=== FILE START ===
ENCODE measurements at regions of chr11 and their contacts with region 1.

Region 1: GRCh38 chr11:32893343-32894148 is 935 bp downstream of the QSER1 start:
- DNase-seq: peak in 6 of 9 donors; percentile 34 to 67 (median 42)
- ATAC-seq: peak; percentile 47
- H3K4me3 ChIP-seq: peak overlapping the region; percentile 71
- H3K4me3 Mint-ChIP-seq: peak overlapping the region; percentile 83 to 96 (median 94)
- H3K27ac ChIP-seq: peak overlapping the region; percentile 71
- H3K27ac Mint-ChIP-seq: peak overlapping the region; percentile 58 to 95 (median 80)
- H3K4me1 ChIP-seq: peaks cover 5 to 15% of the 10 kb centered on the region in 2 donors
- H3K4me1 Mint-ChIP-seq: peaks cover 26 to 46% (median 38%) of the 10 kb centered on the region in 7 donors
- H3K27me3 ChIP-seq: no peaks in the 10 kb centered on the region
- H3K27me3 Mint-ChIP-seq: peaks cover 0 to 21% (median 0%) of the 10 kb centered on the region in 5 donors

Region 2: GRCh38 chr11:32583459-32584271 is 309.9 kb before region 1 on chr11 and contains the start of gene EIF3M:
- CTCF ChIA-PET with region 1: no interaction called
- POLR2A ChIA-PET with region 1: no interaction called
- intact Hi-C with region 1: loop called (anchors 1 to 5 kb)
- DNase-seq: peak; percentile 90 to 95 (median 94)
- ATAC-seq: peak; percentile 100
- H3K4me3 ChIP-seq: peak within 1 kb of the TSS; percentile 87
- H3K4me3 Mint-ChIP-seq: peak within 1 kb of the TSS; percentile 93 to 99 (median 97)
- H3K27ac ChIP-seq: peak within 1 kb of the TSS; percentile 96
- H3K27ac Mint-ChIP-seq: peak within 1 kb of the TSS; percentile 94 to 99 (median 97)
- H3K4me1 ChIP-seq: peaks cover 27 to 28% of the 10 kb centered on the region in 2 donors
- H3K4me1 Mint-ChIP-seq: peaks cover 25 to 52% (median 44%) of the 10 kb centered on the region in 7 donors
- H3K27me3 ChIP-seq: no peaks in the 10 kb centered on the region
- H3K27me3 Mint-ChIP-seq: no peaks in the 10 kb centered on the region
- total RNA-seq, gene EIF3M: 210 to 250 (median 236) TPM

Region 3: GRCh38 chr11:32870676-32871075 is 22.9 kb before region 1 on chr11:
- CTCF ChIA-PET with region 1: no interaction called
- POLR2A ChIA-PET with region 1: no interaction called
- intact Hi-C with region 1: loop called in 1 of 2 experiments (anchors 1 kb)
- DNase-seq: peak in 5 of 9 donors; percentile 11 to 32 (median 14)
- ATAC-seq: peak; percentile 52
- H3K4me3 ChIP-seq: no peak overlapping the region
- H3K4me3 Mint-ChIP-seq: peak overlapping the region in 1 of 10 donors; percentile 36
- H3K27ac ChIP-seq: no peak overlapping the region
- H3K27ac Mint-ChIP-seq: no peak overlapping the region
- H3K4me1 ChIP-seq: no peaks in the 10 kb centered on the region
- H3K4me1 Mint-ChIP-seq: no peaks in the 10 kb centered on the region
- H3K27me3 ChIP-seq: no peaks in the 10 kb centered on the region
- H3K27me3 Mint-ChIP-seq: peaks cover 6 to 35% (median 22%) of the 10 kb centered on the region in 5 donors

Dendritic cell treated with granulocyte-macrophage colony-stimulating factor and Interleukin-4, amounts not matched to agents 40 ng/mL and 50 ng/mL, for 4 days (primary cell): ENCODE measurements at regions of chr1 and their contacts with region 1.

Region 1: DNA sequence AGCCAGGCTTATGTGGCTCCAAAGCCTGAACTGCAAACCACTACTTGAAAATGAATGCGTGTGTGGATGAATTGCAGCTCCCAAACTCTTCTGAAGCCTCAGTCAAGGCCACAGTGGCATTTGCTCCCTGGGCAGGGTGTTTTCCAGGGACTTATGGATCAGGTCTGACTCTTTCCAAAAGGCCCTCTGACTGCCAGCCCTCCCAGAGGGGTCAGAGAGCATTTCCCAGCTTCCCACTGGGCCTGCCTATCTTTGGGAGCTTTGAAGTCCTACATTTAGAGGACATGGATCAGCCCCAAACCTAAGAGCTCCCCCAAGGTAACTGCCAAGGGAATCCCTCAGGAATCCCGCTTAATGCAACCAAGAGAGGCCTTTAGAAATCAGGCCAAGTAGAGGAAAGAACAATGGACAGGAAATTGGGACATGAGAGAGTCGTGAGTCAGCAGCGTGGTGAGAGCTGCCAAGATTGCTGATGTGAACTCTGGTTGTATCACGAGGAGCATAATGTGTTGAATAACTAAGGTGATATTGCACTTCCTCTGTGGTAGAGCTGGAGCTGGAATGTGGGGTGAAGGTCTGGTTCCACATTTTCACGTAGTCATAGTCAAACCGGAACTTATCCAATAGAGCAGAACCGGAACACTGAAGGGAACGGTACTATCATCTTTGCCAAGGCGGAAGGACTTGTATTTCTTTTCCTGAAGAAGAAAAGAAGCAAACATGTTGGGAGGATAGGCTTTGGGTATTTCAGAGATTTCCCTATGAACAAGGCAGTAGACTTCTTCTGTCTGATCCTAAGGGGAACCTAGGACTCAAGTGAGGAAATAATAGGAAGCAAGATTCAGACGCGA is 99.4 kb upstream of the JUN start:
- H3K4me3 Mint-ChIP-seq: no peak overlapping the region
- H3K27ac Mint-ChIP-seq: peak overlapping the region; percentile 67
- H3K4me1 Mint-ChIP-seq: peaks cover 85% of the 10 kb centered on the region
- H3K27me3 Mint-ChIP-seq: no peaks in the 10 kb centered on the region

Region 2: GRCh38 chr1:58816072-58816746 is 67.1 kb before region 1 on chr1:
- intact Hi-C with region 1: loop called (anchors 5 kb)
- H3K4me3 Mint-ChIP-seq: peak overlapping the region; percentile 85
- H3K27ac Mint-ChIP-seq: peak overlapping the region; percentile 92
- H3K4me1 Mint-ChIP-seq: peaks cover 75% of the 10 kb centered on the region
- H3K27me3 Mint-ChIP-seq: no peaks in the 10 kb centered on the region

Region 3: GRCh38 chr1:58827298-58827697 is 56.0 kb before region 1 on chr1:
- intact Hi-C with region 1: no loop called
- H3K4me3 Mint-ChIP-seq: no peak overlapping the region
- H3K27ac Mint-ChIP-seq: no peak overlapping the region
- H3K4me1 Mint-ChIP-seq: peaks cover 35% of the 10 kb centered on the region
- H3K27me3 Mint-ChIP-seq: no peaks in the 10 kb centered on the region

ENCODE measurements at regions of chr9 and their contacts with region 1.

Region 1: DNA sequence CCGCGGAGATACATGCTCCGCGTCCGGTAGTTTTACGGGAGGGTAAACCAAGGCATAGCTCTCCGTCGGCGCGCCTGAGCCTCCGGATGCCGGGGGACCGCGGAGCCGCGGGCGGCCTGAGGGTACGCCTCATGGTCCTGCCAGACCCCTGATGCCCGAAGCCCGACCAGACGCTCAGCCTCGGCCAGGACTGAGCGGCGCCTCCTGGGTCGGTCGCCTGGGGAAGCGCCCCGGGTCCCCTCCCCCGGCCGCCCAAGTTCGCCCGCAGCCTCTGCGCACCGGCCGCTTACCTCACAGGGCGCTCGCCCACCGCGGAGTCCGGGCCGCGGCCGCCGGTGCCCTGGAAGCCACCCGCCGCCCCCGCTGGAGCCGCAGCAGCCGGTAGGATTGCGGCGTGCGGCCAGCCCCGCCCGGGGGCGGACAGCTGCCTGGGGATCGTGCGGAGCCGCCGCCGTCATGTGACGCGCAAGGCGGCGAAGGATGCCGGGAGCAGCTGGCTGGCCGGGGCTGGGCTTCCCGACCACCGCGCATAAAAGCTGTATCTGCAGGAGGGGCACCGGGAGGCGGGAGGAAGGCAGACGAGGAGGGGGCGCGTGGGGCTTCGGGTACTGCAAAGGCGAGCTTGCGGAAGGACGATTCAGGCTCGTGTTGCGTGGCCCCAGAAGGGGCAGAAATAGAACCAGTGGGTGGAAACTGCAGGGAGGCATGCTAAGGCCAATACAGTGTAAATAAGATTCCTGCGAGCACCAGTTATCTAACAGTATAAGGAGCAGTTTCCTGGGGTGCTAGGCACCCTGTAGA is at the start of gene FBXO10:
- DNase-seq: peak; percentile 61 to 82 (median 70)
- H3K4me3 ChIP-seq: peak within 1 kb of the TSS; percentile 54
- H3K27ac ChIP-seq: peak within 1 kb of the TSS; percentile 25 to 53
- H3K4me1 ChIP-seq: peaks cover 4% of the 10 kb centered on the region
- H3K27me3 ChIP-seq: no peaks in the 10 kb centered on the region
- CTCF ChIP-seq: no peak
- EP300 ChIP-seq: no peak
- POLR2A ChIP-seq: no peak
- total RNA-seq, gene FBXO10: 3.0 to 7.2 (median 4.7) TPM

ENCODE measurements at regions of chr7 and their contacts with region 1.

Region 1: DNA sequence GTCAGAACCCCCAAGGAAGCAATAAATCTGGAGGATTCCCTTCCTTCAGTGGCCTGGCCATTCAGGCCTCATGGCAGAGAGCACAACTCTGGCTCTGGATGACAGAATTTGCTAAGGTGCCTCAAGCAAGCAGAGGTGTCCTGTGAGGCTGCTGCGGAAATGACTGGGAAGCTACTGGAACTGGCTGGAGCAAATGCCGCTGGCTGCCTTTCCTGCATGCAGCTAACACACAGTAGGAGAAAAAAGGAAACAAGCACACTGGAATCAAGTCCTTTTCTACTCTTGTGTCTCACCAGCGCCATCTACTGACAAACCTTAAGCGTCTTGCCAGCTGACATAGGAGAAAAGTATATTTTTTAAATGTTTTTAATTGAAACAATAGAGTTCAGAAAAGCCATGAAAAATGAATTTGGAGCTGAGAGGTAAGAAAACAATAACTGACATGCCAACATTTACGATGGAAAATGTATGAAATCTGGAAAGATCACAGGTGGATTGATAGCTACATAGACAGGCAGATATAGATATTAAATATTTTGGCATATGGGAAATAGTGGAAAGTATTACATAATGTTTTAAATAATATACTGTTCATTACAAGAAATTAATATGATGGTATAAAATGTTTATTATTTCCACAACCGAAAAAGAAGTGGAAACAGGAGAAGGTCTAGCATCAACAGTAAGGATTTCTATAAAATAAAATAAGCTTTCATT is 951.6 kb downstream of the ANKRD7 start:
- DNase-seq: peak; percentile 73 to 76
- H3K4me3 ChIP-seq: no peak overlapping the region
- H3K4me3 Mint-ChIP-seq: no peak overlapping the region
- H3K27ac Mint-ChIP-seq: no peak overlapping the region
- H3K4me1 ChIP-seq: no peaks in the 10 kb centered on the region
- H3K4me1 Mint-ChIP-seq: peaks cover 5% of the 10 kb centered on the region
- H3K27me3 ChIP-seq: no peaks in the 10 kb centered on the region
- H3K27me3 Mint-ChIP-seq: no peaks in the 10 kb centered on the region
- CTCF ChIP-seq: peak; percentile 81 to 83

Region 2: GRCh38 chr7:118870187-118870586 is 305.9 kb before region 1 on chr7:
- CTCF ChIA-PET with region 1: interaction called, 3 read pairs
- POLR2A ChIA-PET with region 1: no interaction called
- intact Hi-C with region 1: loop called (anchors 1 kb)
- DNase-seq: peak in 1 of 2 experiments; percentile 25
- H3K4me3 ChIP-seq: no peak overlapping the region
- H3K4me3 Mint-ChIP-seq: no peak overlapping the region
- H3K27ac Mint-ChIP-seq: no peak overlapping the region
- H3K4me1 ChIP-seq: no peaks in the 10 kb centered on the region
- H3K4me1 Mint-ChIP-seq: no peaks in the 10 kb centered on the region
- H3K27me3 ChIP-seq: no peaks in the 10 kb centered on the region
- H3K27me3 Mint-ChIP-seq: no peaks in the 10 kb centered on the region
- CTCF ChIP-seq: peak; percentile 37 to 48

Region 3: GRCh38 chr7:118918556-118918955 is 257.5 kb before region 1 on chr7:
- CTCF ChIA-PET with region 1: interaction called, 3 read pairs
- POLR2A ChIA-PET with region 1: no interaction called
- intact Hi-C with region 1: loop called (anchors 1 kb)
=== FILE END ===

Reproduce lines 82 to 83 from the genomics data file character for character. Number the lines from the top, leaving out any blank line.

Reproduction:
Region 2: GRCh38 chr7:118870187-118870586 is 305.9 kb before region 1 on chr7:
- CTCF ChIA-PET with region 1: interaction called, 3 read pairs